a) the doctor hasn't tested for the infection (ie your daughter may have bartonella, babesia etc. because they are known to be significant coinfections but your doctor didn't test for them. Because he has found lyme (or strep in the case of PANDAS) to be positive he will assume that lyme (or strep) is the culprit and treat only that. Lyme (or strep) treatment will not address bartonella or the other coinfections.) or because the tests that are run are not specific for the species of organism that your child is infected with.


DD13 tested negative for both Babesia duncani and B microti, the 2 standard babesia tests. She was also asymptomatic for it - all of her symptoms were bartonella. It was only when I trialled Buhner's babesia herbs that she had a herx (die-off reaction caused by endotoxins released from dying bacteria which cause specific cytokine (inflammation) cascades) which involved the well known babesia symptoms of air hunger, chest pressure, dry cough, large muscle (thigh) pain. It was at that point that our LLMD clinically diagnosed her with babesia and gave me the go ahead to treat with babesia herbs.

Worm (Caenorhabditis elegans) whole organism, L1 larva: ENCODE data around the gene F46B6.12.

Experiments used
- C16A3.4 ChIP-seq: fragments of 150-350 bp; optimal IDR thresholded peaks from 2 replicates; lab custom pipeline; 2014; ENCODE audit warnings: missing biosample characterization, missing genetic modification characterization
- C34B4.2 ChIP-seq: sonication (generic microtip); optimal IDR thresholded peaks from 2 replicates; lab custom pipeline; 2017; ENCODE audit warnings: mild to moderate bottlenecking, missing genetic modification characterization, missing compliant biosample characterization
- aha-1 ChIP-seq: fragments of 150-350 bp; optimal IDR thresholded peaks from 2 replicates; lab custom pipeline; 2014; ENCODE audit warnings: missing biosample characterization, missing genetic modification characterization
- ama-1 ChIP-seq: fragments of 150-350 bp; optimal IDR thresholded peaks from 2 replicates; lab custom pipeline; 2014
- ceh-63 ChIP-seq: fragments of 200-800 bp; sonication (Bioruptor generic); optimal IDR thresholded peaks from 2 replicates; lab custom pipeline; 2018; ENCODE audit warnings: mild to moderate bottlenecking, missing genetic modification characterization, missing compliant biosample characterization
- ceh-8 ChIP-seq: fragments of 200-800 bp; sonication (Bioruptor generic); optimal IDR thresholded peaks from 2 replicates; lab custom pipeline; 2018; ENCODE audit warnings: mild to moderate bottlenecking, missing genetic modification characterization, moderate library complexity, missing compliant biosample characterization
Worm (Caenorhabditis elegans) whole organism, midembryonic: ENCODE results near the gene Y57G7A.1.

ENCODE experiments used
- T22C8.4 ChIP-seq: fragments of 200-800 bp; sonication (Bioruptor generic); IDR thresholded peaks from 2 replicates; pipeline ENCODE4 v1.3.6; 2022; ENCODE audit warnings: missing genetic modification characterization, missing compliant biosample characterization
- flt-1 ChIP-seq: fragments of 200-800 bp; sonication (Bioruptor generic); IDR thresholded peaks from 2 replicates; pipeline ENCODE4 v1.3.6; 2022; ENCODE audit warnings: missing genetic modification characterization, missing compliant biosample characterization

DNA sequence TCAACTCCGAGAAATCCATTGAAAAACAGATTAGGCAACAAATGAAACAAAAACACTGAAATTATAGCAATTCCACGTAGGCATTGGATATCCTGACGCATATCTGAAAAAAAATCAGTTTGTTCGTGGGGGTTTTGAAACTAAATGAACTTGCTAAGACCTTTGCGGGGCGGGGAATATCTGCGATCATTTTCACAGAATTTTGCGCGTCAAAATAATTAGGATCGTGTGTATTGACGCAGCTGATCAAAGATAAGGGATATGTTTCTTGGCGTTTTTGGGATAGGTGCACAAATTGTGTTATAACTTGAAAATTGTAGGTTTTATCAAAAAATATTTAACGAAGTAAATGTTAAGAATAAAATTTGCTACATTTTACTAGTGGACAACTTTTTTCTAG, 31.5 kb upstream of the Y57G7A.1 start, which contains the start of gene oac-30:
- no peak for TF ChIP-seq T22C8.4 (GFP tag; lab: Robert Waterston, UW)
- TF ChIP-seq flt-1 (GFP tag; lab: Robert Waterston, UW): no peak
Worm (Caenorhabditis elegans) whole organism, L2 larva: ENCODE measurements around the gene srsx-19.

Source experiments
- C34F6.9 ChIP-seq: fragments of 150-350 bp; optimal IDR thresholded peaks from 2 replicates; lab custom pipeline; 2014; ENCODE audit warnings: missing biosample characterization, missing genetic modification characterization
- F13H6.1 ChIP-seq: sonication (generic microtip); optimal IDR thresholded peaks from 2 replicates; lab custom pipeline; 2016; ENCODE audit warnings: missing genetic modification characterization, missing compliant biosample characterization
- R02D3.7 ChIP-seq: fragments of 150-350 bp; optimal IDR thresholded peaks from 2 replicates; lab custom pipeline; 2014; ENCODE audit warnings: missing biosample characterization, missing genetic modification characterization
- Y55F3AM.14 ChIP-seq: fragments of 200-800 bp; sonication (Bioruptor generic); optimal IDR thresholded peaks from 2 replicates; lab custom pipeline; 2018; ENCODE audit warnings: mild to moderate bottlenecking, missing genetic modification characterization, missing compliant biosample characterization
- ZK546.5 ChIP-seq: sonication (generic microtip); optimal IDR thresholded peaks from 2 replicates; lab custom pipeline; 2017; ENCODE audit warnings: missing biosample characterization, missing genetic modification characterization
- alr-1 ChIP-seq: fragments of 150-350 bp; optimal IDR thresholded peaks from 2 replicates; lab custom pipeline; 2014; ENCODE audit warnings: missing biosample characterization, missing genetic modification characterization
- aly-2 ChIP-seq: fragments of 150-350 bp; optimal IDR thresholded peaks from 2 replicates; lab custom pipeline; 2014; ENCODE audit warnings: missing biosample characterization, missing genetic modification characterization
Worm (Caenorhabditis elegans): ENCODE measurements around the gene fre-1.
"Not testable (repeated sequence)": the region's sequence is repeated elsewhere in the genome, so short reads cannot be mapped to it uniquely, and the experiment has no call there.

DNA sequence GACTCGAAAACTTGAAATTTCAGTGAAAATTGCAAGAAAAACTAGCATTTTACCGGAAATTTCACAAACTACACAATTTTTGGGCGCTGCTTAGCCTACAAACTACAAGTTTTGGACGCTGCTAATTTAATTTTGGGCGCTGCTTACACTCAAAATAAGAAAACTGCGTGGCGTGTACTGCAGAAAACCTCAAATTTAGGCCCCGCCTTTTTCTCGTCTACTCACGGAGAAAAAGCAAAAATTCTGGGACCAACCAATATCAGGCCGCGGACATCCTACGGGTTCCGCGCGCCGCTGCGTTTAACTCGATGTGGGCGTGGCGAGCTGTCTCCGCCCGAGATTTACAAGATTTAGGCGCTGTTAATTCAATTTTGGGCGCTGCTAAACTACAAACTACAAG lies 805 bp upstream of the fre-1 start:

You will spend a lot of time researching in the next couple of years. Please don't leave the fact-finding only to your chosen doctor. It is important that you educate yourself on your daughter's illness and the reasons why her immune system was incapable of handling it in the first place.


Here I go - our children are compromised (and not only our children, but the many, many adults who are developing diseases like MS, ALS, Parkinsons, cancer - all with no visible underlying cause because doctors don't associate those diseases with infective organisms), not because they happened across an unlikely/improbable bacterial infection. These infections are everywhere and carried by many arthropods, not just ticks. There is a reason why some people succumb; their immune function has been compromised in some way and they are incapable of keeping bacterial numbers from overwhelming the body, and why other don't.


In my mind our children are compromised by:


1) their aggressive vaccination schedule (the metal adjuvants and other constituents result in immune-overactivation/dysregulation),






2) the antibiotic action of pesticides in food which kills beneficial probiotic bacteria in the gut resulting in overgrowth of pathogenic species which are not conducive to proper immune function/regulation,






3) insufficient nutrition.






It is a long, paradigm changing road; keep an open mind.

Edited by rowingmom